Diagnosing And Treating Chemotherapy-Induced Nail Changes
In addition to nail color changes, several alterations in the surface and structure of the nail plate have reportedly occurred following chemotherapy treatment. Structural nail plate changes result from the defective nail plate production caused by toxins damaging the nail matrix. Beau’s lines, which are deeply grooved transverse lines in the nail plate, are a common adverse effect of chemotherapeutic agents. Beau’s lines in theory result from a temporary arrest of cell division in the nail matrix.10,11 Nail plate thickening and crumbly nails have also reportedly occurred as adverse effects of chemotherapeutic agents.8,12
Several chemotherapeutic agents have adverse effects on the bond between the nail plate and nail bed. Onycholysis is a frequently reported chemotherapy-induced pathology involving the separation of the nail plate from the underlying nail bed. Onycholysis frequently leads to loss of a portion or all of the nail plate. Subungual hematoma and subungual abscess are also complications of chemotherapy that cause nail plate separation and potential loss of the nail plate. Onycholysis, subungual hematoma and subungual abscess can cause significant pain to the affected digits and create a portal for infection, which increases sepsis risk in immunocompromised patients undergoing chemotherapy treatment.
Several chemotherapeutic drugs also frequently alter the skin and soft tissue structures surrounding the nail plate. Acute paronychia resulting from chemotherapeutic agents can be very painful and mimic ingrown nails. Severe cases of paronychias can lead to the development of pyogenic granulomas of the nail fold. Paronychia and pyogenic granuloma are reportedly relatively common adverse effects of many chemotherapeutic drugs.4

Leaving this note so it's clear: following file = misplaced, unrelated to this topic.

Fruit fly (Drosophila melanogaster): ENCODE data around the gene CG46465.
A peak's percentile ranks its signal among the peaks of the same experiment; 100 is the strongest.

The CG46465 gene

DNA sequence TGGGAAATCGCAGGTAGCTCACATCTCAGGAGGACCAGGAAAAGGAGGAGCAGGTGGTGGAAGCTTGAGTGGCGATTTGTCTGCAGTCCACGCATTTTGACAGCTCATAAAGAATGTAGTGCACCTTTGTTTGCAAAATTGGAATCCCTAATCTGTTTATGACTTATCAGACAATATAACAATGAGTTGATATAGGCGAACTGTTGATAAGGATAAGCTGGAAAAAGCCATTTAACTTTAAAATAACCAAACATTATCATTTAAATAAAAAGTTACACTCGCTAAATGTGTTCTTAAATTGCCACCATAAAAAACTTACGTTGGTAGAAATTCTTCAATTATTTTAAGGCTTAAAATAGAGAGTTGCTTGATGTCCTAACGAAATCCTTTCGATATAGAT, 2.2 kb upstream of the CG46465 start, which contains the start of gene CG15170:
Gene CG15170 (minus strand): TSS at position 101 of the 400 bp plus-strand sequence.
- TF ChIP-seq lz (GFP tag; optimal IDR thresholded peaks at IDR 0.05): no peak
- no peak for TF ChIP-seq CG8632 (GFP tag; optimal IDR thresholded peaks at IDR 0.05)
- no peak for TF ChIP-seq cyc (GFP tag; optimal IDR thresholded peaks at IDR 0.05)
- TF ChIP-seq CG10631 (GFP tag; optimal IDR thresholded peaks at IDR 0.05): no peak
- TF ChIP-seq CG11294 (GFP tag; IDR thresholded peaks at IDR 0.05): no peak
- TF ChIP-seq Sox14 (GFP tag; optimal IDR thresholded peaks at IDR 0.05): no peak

Current Insights On The Pathophysiology Of Chemotherapy-Induced Nail Changes
The underlying etiologies of many chemotherapy-induced nail changes are unknown. Multiple mechanisms can affect the nail plate and nail apparatus including direct changes to both the nail plate and surrounding soft tissue structures, increased sensitivity to environmental factors, and secondary infection. Frequently, more than one pathologic process is present, leading to multiple changes in the nail apparatus.
Direct nail apparatus changes. Chemotherapeutic treatments can cause several pathologic processes that directly affect both the nail plate and the surrounding soft tissue structures. Chemotherapy-induced structural nail plate changes hypothetically result from many factors, including defective nail plate production resulting from acute damage to the nail matrix, disruption of the nail plate secondary to a medication’s toxic effects on cellular maturation and direct toxicity to structures of and surrounding the nail apparatus.13
Nail color changes secondary to chemotherapeutic treatment theoretically result from toxin-induced activation of normally quiescent melanocytes in the nail matrix epithelium.8 Multiple chemotherapeutic drugs cause disruption of the bond between the nail plate and bed and resultant onycholysis. Disruption of the bond between the nail plate and bed is a theoretic result of two mechanisms: acute toxic damage to the nail bed and toxin-induced subungual edema.13 Toxic damage to the soft tissue structures surrounding the nail plate can result in paronychias with subsequent nail matrix exposure and damage.4 Splinter hemorrhages, subungual hematoma and hemorrhagic onycholysis result from chemotherapy-induced thrombocytopenia and vascular abnormalities.5